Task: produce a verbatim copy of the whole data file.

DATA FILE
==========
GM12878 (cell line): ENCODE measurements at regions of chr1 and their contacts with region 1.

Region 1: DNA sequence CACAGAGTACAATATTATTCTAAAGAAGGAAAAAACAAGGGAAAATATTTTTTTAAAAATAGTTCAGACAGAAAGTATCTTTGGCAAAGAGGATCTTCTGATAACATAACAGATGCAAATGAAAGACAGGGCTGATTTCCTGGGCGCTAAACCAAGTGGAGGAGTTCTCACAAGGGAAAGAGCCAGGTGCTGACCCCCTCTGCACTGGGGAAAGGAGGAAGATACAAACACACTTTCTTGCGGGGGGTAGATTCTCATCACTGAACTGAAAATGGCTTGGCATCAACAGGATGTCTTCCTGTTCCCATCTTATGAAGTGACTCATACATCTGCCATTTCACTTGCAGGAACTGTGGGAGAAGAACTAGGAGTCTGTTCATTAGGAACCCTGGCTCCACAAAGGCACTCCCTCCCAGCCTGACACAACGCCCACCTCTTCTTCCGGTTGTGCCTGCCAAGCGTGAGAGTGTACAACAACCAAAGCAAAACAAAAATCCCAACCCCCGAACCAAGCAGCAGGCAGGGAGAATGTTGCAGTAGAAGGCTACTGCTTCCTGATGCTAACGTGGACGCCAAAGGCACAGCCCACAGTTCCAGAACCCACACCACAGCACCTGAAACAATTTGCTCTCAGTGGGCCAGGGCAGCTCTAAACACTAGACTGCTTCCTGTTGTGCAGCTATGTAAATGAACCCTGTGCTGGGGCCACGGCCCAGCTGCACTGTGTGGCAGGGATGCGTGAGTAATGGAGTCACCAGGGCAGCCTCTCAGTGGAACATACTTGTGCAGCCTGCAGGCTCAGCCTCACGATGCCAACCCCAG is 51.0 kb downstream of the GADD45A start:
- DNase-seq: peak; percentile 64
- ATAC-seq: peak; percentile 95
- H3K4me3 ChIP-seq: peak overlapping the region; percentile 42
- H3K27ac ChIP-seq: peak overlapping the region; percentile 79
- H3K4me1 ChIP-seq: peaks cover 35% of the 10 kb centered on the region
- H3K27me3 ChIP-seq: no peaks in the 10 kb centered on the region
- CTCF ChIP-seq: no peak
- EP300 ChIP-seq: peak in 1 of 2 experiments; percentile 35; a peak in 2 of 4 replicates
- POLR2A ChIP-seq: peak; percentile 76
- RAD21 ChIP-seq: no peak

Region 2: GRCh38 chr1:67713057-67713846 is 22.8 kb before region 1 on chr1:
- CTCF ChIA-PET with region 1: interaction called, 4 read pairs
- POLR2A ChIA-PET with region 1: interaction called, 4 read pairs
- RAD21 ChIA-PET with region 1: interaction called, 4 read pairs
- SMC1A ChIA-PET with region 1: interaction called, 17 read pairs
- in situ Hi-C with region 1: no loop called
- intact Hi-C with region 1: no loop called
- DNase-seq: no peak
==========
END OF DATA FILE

GM12878 (cell line): ENCODE measurements at regions of chr1 and their contacts with region 1.

Region 1: DNA sequence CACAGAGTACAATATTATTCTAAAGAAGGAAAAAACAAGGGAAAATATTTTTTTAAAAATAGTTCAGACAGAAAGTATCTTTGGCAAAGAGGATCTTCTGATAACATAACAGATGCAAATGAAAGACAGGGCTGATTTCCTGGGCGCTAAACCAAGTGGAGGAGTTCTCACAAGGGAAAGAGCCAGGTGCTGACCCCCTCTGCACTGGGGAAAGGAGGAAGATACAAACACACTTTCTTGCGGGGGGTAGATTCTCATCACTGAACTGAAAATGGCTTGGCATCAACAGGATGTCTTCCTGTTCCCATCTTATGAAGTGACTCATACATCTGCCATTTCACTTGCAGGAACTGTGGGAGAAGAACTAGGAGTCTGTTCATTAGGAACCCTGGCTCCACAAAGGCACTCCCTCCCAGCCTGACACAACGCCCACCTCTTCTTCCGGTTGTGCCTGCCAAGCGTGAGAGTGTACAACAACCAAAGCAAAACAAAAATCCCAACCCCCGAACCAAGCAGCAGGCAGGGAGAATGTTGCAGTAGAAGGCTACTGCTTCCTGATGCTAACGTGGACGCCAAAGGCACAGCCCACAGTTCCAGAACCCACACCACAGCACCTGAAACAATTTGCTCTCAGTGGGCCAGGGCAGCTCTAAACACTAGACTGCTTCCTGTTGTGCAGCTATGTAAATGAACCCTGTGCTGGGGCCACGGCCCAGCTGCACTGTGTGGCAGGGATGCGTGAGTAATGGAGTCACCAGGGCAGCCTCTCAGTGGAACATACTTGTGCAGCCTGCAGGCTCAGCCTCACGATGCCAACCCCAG is 51.0 kb downstream of the GADD45A start:
- DNase-seq: peak; percentile 64
- ATAC-seq: peak; percentile 95
- H3K4me3 ChIP-seq: peak overlapping the region; percentile 42
- H3K27ac ChIP-seq: peak overlapping the region; percentile 79
- H3K4me1 ChIP-seq: peaks cover 35% of the 10 kb centered on the region
- H3K27me3 ChIP-seq: no peaks in the 10 kb centered on the region
- CTCF ChIP-seq: no peak
- EP300 ChIP-seq: peak in 1 of 2 experiments; percentile 35; a peak in 2 of 4 replicates
- POLR2A ChIP-seq: peak; percentile 76
- RAD21 ChIP-seq: no peak

Region 2: GRCh38 chr1:67713057-67713846 is 22.8 kb before region 1 on chr1:
- CTCF ChIA-PET with region 1: interaction called, 4 read pairs
- POLR2A ChIA-PET with region 1: interaction called, 4 read pairs
- RAD21 ChIA-PET with region 1: interaction called, 4 read pairs
- SMC1A ChIA-PET with region 1: interaction called, 17 read pairs
- in situ Hi-C with region 1: no loop called
- intact Hi-C with region 1: no loop called
- DNase-seq: no peak